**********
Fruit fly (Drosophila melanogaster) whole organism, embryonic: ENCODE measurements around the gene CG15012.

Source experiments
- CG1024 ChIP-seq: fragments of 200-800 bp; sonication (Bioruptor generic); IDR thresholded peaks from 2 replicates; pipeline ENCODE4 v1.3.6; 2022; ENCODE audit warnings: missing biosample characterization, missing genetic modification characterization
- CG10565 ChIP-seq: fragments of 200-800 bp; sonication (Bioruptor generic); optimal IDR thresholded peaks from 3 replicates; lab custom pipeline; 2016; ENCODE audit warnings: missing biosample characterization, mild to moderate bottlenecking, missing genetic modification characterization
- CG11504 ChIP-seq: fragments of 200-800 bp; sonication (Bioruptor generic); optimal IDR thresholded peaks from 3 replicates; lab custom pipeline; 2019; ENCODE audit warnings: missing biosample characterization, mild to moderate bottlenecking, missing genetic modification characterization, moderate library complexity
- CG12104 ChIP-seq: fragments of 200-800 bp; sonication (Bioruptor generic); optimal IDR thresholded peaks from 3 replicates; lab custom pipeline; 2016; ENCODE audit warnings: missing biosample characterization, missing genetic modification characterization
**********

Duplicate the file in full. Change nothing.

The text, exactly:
Fruit fly (Drosophila melanogaster) whole organism, embryonic: ENCODE measurements around the gene CG15012.

Source experiments
- CG1024 ChIP-seq: fragments of 200-800 bp; sonication (Bioruptor generic); IDR thresholded peaks from 2 replicates; pipeline ENCODE4 v1.3.6; 2022; ENCODE audit warnings: missing biosample characterization, missing genetic modification characterization
- CG10565 ChIP-seq: fragments of 200-800 bp; sonication (Bioruptor generic); optimal IDR thresholded peaks from 3 replicates; lab custom pipeline; 2016; ENCODE audit warnings: missing biosample characterization, mild to moderate bottlenecking, missing genetic modification characterization
- CG11504 ChIP-seq: fragments of 200-800 bp; sonication (Bioruptor generic); optimal IDR thresholded peaks from 3 replicates; lab custom pipeline; 2019; ENCODE audit warnings: missing biosample characterization, mild to moderate bottlenecking, missing genetic modification characterization, moderate library complexity
- CG12104 ChIP-seq: fragments of 200-800 bp; sonication (Bioruptor generic); optimal IDR thresholded peaks from 3 replicates; lab custom pipeline; 2016; ENCODE audit warnings: missing biosample characterization, missing genetic modification characterization